A vast number of different neuronal activity patterns could each induce a different set of activity-regulated genes. Mapping this coupling between activity pattern and gene induction would allow inference of a neuron's activity-pattern history from its gene expression and improve our understanding of activity-pattern-dependent synaptic plasticity. In genome-scale experiments comparing brief and sustained activity patterns, we reveal that activity-duration history can be inferred from gene expression profiles. Brief activity selectively induces a small subset of the activity-regulated gene program that corresponds to the first of three temporal waves of genes induced by sustained activity. Induction of these first-wave genes is mechanistically distinct from that of the later waves because it requires MAPK/ERK signaling but does not require de novo translation. Thus, the same mechanisms that establish the multi-wave temporal structure of gene induction also enable different gene sets to be induced by different activity durations.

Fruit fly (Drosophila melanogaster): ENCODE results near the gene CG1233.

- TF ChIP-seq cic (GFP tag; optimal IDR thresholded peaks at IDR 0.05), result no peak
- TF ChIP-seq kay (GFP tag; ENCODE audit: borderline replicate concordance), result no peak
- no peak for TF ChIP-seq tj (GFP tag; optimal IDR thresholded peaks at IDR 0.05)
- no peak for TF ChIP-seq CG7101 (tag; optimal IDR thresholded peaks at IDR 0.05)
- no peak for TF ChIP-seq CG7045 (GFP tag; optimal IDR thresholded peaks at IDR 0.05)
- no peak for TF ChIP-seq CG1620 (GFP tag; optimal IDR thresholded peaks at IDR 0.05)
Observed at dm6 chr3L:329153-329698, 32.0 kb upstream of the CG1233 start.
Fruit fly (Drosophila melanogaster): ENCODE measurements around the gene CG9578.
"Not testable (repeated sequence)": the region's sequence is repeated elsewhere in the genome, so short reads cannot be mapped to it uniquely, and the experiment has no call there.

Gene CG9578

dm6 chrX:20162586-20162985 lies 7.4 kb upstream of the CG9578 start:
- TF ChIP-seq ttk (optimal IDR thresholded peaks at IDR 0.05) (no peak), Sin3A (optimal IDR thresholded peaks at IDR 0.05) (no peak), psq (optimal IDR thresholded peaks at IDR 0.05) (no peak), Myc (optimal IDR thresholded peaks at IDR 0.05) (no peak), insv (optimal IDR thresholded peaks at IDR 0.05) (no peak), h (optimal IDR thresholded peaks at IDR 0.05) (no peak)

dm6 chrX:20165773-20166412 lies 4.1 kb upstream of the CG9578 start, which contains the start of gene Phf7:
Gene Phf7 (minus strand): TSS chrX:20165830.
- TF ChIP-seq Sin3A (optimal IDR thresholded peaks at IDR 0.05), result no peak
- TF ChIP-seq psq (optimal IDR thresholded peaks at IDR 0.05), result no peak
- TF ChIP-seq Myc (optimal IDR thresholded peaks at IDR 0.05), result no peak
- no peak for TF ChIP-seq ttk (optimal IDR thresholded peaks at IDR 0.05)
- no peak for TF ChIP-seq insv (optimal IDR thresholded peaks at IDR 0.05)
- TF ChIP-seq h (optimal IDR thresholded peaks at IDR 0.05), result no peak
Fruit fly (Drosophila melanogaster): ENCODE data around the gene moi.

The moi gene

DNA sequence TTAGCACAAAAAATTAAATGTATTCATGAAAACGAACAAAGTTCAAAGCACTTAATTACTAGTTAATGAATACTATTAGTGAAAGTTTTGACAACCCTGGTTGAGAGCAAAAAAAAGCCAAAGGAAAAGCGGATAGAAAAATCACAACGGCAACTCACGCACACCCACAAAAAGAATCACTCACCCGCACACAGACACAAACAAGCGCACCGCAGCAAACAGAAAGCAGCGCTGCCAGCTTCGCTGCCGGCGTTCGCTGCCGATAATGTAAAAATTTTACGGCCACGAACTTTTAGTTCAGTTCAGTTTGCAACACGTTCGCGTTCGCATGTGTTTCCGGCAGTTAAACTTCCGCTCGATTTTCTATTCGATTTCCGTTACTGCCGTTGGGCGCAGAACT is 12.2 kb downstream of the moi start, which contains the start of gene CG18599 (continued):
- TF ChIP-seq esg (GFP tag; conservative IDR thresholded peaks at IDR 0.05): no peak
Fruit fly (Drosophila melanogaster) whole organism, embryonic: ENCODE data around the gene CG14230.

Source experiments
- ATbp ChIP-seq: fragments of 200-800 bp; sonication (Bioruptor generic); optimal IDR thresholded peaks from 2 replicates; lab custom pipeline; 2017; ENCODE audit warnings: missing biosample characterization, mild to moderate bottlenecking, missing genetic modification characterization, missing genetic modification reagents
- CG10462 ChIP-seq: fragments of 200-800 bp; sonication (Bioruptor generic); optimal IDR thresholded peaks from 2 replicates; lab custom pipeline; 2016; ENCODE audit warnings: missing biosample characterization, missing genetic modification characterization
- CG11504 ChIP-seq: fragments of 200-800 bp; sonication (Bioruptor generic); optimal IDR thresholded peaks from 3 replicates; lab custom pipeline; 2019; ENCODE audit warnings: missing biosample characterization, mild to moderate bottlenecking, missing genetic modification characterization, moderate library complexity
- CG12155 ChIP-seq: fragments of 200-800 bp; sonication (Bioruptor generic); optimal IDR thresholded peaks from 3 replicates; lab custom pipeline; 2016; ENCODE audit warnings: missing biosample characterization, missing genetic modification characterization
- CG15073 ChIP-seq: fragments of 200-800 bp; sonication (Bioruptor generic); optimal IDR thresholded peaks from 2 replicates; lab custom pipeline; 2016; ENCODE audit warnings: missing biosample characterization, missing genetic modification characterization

The histone variant H2A.Z is an essential and conserved regulator of eukaryotic gene transcription. However, the exact role of this histone in the transcriptional process remains perplexing. In vertebrates, H2A.Z has two hypervariants, H2A.Z.1 and H2A.Z.2, that have almost identical sequences except for three amino acid residues. Due to such similarity, functional specificity of these hypervariants in neurobiological processes, if any, remain largely unknown. In this study with dissociated rat cortical neurons, we asked if H2A.Z hypervariants have distinct functions in regulating basal and activity-induced gene transcription. Hypervariant-specific RNAi and microarray analyses revealed that H2A.Z.1 and H2A.Z.2 regulate basal expression of largely nonoverlapping gene sets, including genes that code for several synaptic proteins. In response to neuronal activity, rapid transcription of our model gene Arc is impaired by depletion of H2A.Z.2, but not H2A.Z.1. This impairment is partially rescued by codepletion of the H2A.Z chaperone, ANP32E. In contrast, under a different context (after 48 h of tetrodotoxin, TTX), rapid transcription of Arc is impaired by depletion of either hypervariant. Such context-dependent roles of H2A.Z hypervariants, as revealed by our multiplexed gene expression assays, are also evident with several other immediate early genes, where regulatory roles of these hypervariants vary from gene to gene under different conditions. Together, our data suggest that H2A.Z hypervariants have context-specific roles that complement each other to mediate activity-induced neuronal gene transcription.